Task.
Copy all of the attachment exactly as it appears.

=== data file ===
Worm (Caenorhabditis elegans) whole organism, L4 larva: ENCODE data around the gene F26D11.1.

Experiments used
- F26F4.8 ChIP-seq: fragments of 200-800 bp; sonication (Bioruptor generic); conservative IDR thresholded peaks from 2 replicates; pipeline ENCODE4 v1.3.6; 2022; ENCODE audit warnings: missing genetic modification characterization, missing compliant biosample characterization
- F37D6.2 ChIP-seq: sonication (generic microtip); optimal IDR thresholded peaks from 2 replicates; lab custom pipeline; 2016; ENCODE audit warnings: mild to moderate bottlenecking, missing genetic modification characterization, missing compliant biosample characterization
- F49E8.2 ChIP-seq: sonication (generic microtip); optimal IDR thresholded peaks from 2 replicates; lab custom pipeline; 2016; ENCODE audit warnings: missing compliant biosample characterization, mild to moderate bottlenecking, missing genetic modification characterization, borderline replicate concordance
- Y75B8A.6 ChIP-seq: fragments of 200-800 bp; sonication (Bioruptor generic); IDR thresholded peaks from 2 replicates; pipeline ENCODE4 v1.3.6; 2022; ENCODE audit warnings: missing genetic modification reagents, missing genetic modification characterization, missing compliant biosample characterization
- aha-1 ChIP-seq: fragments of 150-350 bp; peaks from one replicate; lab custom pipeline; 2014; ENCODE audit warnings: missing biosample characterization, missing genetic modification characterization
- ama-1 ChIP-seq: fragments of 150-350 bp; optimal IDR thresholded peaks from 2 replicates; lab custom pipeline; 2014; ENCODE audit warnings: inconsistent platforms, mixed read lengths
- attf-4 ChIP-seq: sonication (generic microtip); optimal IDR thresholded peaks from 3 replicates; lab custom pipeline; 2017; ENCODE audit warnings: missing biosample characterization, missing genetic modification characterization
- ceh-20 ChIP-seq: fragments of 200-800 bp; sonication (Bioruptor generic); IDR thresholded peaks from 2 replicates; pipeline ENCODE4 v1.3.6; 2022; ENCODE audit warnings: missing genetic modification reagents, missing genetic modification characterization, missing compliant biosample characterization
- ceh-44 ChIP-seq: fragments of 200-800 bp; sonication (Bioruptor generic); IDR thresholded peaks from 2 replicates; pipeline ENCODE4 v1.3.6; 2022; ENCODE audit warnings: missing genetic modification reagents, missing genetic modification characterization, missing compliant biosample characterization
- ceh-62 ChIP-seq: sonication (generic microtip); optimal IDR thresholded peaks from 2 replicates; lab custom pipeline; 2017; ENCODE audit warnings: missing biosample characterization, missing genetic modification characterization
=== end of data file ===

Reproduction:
Worm (Caenorhabditis elegans) whole organism, L4 larva: ENCODE data around the gene F26D11.1.

Experiments used
- F26F4.8 ChIP-seq: fragments of 200-800 bp; sonication (Bioruptor generic); conservative IDR thresholded peaks from 2 replicates; pipeline ENCODE4 v1.3.6; 2022; ENCODE audit warnings: missing genetic modification characterization, missing compliant biosample characterization
- F37D6.2 ChIP-seq: sonication (generic microtip); optimal IDR thresholded peaks from 2 replicates; lab custom pipeline; 2016; ENCODE audit warnings: mild to moderate bottlenecking, missing genetic modification characterization, missing compliant biosample characterization
- F49E8.2 ChIP-seq: sonication (generic microtip); optimal IDR thresholded peaks from 2 replicates; lab custom pipeline; 2016; ENCODE audit warnings: missing compliant biosample characterization, mild to moderate bottlenecking, missing genetic modification characterization, borderline replicate concordance
- Y75B8A.6 ChIP-seq: fragments of 200-800 bp; sonication (Bioruptor generic); IDR thresholded peaks from 2 replicates; pipeline ENCODE4 v1.3.6; 2022; ENCODE audit warnings: missing genetic modification reagents, missing genetic modification characterization, missing compliant biosample characterization
- aha-1 ChIP-seq: fragments of 150-350 bp; peaks from one replicate; lab custom pipeline; 2014; ENCODE audit warnings: missing biosample characterization, missing genetic modification characterization
- ama-1 ChIP-seq: fragments of 150-350 bp; optimal IDR thresholded peaks from 2 replicates; lab custom pipeline; 2014; ENCODE audit warnings: inconsistent platforms, mixed read lengths
- attf-4 ChIP-seq: sonication (generic microtip); optimal IDR thresholded peaks from 3 replicates; lab custom pipeline; 2017; ENCODE audit warnings: missing biosample characterization, missing genetic modification characterization
- ceh-20 ChIP-seq: fragments of 200-800 bp; sonication (Bioruptor generic); IDR thresholded peaks from 2 replicates; pipeline ENCODE4 v1.3.6; 2022; ENCODE audit warnings: missing genetic modification reagents, missing genetic modification characterization, missing compliant biosample characterization
- ceh-44 ChIP-seq: fragments of 200-800 bp; sonication (Bioruptor generic); IDR thresholded peaks from 2 replicates; pipeline ENCODE4 v1.3.6; 2022; ENCODE audit warnings: missing genetic modification reagents, missing genetic modification characterization, missing compliant biosample characterization
- ceh-62 ChIP-seq: sonication (generic microtip); optimal IDR thresholded peaks from 2 replicates; lab custom pipeline; 2017; ENCODE audit warnings: missing biosample characterization, missing genetic modification characterization